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CO2 / N2 Mixed Gas Behavior Question

CO2 / N2 Mixed Gas Behavior Question

CO2 / N2 Mixed Gas Behavior Question

I'm working on an application that utilizes liquified CO2 (at vapor pressure) to act on a hydraulic bladder (similar to an accumulator) with the goal of providing a constant pressure as the volume of oil in the bladder fluctuates. The device operates in a 17-26C environment creating fluctuation in vapor pressure of ~20% which is undesirable. I ran a test using a 75% N2 / 25% CO2 mix which significantly reduced the pressure fluctuation at these temperature extremes.

My question is, will the N2 / CO2 mixed gas act like a traditional gas (pressure drops when volume increases), liquified gas (constant pressure when liquid exists) or as a hybrid of the two?
If the latter, would there be an optimum mix ratio to deliver near constant pressure with varying volume while minimizing temperature related effects?

Thanks for your time.

RE: CO2 / N2 Mixed Gas Behavior Question

The more N2 you have, the more it would be expected to behave more like a perfect gas, as long as you stay at relatively similar temperatures and pressures where compressibility of both gases remain relatively negligable.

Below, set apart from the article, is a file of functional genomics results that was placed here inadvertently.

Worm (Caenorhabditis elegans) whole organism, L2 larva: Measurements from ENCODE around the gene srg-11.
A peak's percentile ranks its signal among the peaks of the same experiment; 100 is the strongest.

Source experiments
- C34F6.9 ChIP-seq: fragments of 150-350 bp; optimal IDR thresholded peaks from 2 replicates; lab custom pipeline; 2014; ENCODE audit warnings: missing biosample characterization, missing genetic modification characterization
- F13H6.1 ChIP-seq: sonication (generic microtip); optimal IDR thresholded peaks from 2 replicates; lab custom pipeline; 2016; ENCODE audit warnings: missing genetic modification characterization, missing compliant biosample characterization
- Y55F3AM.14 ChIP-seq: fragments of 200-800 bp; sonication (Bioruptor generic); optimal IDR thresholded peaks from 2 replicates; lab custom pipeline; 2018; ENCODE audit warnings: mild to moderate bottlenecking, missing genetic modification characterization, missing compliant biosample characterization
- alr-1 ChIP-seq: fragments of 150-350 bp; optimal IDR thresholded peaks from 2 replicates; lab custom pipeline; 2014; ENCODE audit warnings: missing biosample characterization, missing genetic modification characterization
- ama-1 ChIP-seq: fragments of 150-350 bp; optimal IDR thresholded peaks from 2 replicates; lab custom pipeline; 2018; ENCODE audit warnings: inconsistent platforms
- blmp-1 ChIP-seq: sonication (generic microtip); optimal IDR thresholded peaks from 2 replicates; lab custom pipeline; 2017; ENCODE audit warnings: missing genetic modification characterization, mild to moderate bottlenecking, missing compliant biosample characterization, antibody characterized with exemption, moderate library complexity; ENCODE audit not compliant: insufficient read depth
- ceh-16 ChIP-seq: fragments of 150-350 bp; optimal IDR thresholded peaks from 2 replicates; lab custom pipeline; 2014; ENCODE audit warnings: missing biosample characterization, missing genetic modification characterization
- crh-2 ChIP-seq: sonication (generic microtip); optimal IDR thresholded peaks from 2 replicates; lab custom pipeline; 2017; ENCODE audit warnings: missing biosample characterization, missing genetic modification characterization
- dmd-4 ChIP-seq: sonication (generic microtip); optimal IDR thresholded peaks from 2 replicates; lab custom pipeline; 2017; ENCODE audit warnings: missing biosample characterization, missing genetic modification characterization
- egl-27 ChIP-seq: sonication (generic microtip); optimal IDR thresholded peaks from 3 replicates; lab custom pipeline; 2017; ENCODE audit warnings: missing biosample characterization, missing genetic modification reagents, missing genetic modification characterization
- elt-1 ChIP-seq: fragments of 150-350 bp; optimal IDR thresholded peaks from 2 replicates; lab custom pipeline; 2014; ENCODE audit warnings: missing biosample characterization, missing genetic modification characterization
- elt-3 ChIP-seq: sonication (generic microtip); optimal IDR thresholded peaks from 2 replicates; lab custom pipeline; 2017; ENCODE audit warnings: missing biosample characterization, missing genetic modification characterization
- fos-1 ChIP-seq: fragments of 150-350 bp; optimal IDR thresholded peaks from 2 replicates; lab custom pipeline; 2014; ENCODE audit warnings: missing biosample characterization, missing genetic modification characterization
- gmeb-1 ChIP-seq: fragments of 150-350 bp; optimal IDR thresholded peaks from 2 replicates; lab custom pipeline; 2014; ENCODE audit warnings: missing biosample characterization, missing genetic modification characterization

I don't think there is an optimum, rather more a linerly proportionally determined point where you have still acceptable performance.

You could achieve similar results by increasing the size of the vessel containing the bladder. A given change in bladder volume would produce a lesser change in the vessel's pressure as the vessel's volume increases.

Learn from the mistakes of others. You don't have time to make them all yourself.

RE: CO2 / N2 Mixed Gas Behavior Question

Thanks for your reply BigInch. I agree, I could achieve similar results by running a large amount of straight N2 thus minimizing the change in volume but unfortunately I'm up against a packaging constraint. If anyone else has any creative ideas I'd love to hear them.

Thanks again!

RE: CO2 / N2 Mixed Gas Behavior Question

I figured as much, but just thought I'd mention it.
sometimes I focus too much on one preferred solution at the expense of other methods that just might be easier.

Learn from the mistakes of others. You don't have time to make them all yourself.

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